Bike School — and Beyond!

6369080A couple of months ago I heard about a non-profit bike shop in my ‘hood called Good Karma Bikes, which is run by some pretty awesome folks who find a lot of different ways to help the community. The primary focus is on making sure homeless and working poor have transportation. They also provide training and stability for kids coming out of the foster care program, a segment of our population that generally gets tossed to the curb.

Unlike a typical bike shop, Good Karma has about a dozen workstations on its shop floor, to allow them to repair many, many bikes each week during ‘clinics’, when they fix bikes for those who can’t afford service. When clinics aren’t going on, people can drop by and use the workstations and all the tools in the shop for an hourly rate. What a great alternative to buying an expensive tool that you hardly ever use.

It turns out they also have instructor-led classes each summer, teaching people how to take their bikes apart and put them back together. It’s called ParkTool School (ParkTool is the Snap-on of bicycle tools) and it’s a great chance for people like me to learn the right way to do things, gain the confidence to strip things all the way down (“count to make sure you have an even number of ball bearings!”) and to fix up one’s own bike while there’s a safety net. You also get to use all the facilities and tools of Good Karma while you’re at it.

I am now the proud owner of a cheap-ass little certificate that says I’m moderately competent in bike repair. The course was eighteen hours of instructor-led class and lab activities. I also got to meet some fellow bikers who, like me, have reached a stage in their riding that it makes sense to be able to do repairs themselves. It was nice little bunch.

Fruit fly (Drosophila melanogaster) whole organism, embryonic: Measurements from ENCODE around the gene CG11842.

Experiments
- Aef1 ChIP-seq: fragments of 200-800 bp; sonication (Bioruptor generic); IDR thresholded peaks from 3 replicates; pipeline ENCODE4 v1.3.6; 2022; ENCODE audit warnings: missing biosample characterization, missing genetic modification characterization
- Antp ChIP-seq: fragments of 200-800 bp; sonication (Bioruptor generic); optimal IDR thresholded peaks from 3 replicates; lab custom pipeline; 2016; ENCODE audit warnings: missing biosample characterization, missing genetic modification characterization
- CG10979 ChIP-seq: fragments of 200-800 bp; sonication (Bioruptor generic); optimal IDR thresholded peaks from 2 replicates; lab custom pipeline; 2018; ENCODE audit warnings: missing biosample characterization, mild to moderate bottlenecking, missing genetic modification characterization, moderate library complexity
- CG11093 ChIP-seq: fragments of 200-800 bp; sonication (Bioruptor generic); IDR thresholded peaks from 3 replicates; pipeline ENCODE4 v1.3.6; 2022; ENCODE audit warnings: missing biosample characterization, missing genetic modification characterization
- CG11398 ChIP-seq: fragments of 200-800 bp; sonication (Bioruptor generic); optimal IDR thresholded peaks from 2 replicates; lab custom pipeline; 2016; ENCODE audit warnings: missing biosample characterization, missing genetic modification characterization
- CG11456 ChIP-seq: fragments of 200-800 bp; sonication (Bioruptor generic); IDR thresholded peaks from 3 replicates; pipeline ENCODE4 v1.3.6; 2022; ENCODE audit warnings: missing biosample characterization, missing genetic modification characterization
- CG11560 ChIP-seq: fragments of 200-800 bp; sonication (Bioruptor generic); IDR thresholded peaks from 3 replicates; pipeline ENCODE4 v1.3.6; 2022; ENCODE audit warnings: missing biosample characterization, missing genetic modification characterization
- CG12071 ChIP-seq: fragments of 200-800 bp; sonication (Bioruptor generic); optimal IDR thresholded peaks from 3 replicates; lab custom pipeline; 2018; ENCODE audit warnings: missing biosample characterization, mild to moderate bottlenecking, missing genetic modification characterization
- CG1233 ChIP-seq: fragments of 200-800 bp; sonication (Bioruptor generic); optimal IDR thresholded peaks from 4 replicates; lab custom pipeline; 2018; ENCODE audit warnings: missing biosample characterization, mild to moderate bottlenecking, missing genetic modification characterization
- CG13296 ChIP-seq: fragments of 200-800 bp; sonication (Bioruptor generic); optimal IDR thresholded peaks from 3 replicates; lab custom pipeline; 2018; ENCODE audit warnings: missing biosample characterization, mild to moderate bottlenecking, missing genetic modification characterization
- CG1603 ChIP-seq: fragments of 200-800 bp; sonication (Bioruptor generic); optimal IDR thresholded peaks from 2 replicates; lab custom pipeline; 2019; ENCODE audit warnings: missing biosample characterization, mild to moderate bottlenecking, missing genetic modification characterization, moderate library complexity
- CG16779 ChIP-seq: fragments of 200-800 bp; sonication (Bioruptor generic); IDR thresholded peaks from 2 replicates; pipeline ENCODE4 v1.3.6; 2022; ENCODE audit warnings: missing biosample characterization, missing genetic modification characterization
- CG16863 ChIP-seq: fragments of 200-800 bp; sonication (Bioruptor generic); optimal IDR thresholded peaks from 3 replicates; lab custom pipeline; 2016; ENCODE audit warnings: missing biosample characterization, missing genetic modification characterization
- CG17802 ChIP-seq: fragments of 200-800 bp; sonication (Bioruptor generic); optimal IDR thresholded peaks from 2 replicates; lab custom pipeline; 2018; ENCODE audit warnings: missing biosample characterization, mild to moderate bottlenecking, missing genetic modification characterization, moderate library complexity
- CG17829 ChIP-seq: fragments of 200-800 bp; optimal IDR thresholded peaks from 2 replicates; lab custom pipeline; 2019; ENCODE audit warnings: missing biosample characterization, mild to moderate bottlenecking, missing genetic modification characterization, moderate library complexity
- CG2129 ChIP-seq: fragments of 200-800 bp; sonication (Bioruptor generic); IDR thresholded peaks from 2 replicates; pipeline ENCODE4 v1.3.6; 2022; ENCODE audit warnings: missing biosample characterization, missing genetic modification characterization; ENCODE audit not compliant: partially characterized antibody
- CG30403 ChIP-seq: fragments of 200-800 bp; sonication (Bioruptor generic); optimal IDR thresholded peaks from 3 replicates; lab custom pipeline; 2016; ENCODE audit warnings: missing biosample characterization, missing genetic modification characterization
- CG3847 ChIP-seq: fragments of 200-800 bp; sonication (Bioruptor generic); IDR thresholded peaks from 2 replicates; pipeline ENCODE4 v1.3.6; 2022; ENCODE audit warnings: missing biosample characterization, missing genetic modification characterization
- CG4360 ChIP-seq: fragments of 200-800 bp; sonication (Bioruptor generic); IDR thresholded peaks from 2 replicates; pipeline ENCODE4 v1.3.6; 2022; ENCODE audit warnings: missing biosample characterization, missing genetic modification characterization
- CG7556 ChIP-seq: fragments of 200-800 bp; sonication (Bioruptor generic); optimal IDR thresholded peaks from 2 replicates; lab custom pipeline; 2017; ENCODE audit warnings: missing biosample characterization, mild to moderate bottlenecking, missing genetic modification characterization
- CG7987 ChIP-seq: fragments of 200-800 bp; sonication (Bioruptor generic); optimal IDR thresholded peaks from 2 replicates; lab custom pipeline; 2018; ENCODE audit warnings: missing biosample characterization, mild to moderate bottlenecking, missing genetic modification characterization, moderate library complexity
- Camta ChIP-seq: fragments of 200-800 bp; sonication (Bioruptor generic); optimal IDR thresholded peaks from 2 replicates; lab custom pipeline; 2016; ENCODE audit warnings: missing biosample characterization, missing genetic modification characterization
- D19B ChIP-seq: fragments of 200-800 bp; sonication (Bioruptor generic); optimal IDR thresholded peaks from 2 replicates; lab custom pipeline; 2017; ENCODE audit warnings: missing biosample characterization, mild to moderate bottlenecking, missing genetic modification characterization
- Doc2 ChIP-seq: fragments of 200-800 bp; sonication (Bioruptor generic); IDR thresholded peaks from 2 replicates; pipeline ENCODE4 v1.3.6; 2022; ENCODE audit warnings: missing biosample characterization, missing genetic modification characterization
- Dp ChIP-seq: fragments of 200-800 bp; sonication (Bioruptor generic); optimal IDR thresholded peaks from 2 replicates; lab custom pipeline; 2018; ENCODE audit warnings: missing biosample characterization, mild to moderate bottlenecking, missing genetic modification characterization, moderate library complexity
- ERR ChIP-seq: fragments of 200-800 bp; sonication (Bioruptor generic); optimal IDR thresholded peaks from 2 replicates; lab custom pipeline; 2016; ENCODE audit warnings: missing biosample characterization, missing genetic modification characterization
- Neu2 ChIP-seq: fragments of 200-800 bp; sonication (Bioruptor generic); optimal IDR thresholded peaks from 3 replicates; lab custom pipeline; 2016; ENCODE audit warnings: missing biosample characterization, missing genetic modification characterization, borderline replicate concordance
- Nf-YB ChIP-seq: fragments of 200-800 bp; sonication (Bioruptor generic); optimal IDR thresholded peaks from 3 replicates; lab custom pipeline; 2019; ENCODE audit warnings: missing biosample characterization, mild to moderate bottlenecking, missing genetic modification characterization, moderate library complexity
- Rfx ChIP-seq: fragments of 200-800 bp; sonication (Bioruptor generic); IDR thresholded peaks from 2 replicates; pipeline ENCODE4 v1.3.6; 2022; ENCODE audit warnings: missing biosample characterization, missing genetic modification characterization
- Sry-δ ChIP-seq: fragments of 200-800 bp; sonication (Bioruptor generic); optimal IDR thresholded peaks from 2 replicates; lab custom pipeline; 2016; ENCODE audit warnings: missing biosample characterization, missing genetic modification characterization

One woman in my class is the sister-in-law of a kid I knew in elementary school. Small world, man.

The instructor, Steve, was really good at explaining things, and combined with my general mechanical knowledge (the kind you get when you own a ’70’s-era Italian car whether you want to or not), I got things pretty quickly. Unfortunately for me, this didn’t prevent Steve from explaining the same point in many different ways. Sometimes that made it hard to concentrate.

The lab time was golden. I like to tinker, and as cars get less and less tinker-friendly, I now have new primary transportation that not just encourages a hands-on attitude, it requires it.

And get this: I can volunteer at Good Karma Bikes and tinker on other people’s bikes as well! I can hone my skills and help those in need at the same time. For free! I was already tempted when (at the sage suggestion of the Official Sweetie of Muddled Ramblings) I checked and discovered that my employer will match each hour of volunteer time I spend there with a cash donation.

There is seriously no downside to this, other than dirty fingernails. I’m pretty stoked.


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